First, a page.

CaribWorldNews reports that Barbados-born poet, historian and cultural critic Kamau Brathwaite is set to host a selection of films from the Best of CaribbeanTales Film Festival 2010 (CTFF), at New York University from April 26th to May 1, 2010. The four day mini-festival is part of the Marassa 10 2010: A Festival of Caribbean Film, Story and Imagination, set for the Institute of African American Affairs, 41 East 11th St., 7th Floor in Manhattan.
The stellar collection of films to be screened include six feature films and several shorts. On Wednesday April 28 at 6 p.m., the opening film will be Stephanie`s Black`s masterful, Africa Unite. Part concert tribute, part Marley family travelogue, this electrifying film follows the Marleys` on their first-time-ever family trip to Ethiopia to commemorate Bob`s 60th birthday. Stephanie Black will be in attendance to participate in a talk-back after the film.
This will be followed at 8 p.m. by Calypso Dreams, directed by Geoffrey Dunn and Michael Horne and executive produced by music legend Eddy Grant with narrative commentary by David Rudder. This authoritative documentary captures riveting performances and original interviews with a host of legendary Calypso performers, including the Mighty Sparrow, Calypso Rose, Lord Superior, Black Stalin, Mighty Bomber, Lord Blakie, Singing Sandra, Mighty Terror, Lord Kitchener, Lord Pretender, and Harry Belafonte.
On Thursday April 29th at 6 p.m., Michelle Materre, curator of the `Creatively Speaking` screening series, will present Life Lessons, fourshort films by New York-based filmmakers of color. A Departure from A Love, by Ishmael Islam, follows a young man`s walk through his beloved Brooklyn while reciting spoken word to a lover, while, The Lesson Plan by Eddy Duran follows a Brooklyn school teacher on the verge of a nervous breakdown, as he constructs an unusual Lesson Plan for students, drawing on letters by 18th century slave owner William Lynch, (after whom the term `lynching` was coined). This film premiered at the Cannes Film Festival, in 2009. Also set to be screened are Sticks and Stones by Rehema Imani Trimiew, which exposes biases in the NY education system and Premature, by Rashaad Ernesto Green, which tells of Tisha, a streetwise Bronx teenager from the Bronx, who gets unexpected news.
At 8 pm on Thursday April 29th, Frances-Anne Solomon`s multi-award-winning audience favorite A Winter Tale, set in the Caribbean community of Toronto, Canada, will be screened. The film tells the emotional and gripping story of a group of Black men who come together at Miss G`s Caribbean Restaurant, to thrash out their differences and heal their broken community, following the shooting death of a young child. The filmmaker Frances-Anne Solomon will be in attendance.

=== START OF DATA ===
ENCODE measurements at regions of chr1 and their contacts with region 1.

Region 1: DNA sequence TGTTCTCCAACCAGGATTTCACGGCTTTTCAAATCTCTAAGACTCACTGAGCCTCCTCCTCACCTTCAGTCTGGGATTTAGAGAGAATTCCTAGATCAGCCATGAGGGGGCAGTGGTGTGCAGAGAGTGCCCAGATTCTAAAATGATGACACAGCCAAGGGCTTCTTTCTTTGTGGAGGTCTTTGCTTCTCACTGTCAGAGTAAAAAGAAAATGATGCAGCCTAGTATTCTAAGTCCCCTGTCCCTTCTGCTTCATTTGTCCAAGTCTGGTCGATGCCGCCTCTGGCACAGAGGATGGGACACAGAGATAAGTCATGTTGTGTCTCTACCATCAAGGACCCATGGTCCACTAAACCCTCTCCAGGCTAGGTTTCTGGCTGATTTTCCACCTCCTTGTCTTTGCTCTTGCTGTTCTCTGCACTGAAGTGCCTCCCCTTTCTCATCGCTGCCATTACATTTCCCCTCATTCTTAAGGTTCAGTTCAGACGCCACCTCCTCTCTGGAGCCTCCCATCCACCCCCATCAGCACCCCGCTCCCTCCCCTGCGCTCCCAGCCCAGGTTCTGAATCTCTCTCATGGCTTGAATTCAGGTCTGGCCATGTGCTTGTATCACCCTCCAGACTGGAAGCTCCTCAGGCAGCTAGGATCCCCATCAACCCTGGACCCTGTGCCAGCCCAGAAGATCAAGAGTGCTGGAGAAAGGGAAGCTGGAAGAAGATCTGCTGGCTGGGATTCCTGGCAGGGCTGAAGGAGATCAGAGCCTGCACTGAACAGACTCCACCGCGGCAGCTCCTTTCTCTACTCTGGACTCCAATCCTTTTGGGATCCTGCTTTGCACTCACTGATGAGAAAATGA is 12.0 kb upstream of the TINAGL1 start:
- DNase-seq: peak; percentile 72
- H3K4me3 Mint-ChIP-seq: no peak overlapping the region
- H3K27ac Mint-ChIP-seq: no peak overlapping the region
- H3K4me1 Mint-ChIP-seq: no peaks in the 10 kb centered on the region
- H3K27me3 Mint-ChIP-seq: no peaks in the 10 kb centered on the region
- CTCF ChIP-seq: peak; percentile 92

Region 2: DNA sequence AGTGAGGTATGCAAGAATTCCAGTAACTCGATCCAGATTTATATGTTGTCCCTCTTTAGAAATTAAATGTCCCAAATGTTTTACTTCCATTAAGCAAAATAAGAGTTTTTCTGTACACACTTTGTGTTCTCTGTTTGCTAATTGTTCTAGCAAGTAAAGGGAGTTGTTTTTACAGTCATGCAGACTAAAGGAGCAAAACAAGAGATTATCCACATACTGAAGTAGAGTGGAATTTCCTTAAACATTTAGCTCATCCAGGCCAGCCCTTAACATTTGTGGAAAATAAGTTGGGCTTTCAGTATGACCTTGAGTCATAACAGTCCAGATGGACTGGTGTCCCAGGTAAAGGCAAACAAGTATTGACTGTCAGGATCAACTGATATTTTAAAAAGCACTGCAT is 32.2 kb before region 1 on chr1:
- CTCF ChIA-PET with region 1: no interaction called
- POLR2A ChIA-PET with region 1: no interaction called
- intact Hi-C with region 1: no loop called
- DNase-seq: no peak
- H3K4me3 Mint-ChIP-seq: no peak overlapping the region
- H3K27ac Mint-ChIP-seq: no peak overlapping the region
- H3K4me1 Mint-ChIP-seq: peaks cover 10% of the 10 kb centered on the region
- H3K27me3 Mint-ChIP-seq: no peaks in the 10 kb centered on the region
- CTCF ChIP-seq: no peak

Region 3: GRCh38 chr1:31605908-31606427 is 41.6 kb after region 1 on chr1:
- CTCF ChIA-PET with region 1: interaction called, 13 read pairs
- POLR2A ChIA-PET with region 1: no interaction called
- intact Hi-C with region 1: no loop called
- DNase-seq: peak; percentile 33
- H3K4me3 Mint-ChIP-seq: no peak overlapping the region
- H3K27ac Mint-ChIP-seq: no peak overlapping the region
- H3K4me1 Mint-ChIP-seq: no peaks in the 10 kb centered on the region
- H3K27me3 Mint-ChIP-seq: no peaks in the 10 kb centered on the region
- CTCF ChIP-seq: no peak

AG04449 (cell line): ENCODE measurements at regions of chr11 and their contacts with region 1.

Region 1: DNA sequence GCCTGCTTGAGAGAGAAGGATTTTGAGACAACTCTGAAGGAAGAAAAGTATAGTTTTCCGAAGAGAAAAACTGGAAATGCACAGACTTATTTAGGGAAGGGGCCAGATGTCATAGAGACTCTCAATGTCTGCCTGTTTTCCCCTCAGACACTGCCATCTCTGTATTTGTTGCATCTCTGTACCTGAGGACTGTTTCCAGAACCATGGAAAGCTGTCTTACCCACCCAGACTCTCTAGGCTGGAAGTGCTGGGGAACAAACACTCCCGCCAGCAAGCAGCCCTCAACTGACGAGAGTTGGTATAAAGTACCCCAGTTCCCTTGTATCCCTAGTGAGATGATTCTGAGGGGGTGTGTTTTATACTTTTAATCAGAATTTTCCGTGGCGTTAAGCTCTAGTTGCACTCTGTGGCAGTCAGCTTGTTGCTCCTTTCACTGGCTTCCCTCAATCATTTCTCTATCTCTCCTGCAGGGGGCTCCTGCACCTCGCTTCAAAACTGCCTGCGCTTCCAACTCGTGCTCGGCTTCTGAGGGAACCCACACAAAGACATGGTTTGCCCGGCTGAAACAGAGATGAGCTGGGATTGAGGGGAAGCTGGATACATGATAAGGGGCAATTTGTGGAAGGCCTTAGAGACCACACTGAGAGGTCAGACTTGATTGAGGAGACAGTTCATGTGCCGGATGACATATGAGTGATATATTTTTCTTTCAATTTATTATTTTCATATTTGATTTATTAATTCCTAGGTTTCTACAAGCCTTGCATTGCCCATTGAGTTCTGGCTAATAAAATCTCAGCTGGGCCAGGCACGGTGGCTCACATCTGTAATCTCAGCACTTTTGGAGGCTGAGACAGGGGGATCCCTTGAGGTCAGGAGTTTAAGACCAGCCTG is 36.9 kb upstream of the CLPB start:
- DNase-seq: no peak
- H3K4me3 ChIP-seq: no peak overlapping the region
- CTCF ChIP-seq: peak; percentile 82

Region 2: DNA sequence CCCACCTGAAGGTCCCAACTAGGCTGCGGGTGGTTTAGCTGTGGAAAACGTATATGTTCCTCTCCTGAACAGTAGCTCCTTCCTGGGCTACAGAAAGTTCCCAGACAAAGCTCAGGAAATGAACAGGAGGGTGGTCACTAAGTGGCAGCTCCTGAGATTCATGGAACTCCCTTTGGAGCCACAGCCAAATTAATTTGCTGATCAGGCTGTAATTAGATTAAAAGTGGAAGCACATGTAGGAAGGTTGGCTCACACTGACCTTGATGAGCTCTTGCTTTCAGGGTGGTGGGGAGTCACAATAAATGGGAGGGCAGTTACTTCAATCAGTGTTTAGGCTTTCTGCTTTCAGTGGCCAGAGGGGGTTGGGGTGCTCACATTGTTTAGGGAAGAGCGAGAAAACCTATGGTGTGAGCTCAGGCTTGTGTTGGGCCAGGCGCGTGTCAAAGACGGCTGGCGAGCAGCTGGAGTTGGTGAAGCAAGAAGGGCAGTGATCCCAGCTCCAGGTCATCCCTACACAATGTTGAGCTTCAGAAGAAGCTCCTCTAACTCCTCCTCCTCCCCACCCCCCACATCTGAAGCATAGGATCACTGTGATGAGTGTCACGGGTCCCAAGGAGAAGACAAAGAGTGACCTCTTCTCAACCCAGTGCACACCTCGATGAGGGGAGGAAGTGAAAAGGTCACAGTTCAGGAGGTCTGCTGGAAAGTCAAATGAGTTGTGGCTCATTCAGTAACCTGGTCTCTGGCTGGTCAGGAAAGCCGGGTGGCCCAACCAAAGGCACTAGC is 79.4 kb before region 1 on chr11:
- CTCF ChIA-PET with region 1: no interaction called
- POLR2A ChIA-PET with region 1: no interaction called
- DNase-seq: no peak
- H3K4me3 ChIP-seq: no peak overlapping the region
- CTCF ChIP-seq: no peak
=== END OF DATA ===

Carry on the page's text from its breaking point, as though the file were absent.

Friday April 30th at 6 p.m. begins with 3 stunning shorts from the twin islands of Trinidad and Tobago. They include Directions by Renee Polonais, winner of the audience award at the T&T film festival 2008, which is a hilarious look at the roundabout ways some Trinidadians give street directions; Invisible, by Multimedia artist Elspeth Duncan, which focuses on a woman called Veronica and her daughters, facing the bitter effects of discrimination against people living with HIV/AIDS in Trinidad and Tobago and Mami Wata, an evocative film exploration of Shango ritual, by Yao Ramesar one of the most accomplished and prolific Caribbean directors, who has made dozens of films on the people, history, and culture of Trinidad.
This will be followed at 8 p.m. by Rain, director Maria Govan`s powerful debut feature, that follows a teenager named Rain who goes to Nassau to find her mother, and discovers her living in a desperately poor, AIDS-ravaged neighborhood.
On Saturday May 1st, at 4.pm, the festival wraps up with The Legend of Buchi Fil, by Surinamese filmmaker German Gruber, which draws on slave folklore to tell the story of the strongest of the slaves whose will was only crushed when his beloved wife was killed and Drummit2Summit, by Christopher Laird, which records the events of 18th April 2009, when a group of protesters holding a public event in Port of Spain, Trinidad, during the 5th Summit of the Americas, faced down pressure from armed riot police, using drums, song, and the power of the media.
At 6 p.m., the closing feature will be Carmen and Geoffrey by filmmakers Linda Atkins and Nick Doob, a beautiful documentary about the work of two exceptional artists, Carmen de Lavallade and Trinidadian Geoffrey Holder, and the fifty-four year long love affair and creative partnership that sustained their accomplishments. Linda Atkins and Nick Doob will attend the screening and and Talk back afterwards.
The CTFF was founded by accomplished British/Canadian-Trinidadian filmmaker Frances-Anne Solomon , whose most recent award-winning feature film A Winter Tale has won international acclaim. `I am delighted to be able to present the best of the best of our Barbados 2010 line-up of CaribbeanTales films at NYU. It is an honor to be hosted by Dr Kamau Brathwaite who is a Caribbean icon, having contributed so much to deepening our understanding of ourselves and our culture,` commented Solomon.
The CaribbeanTales Film Festival is a Toronto-based event that takes place annually in July.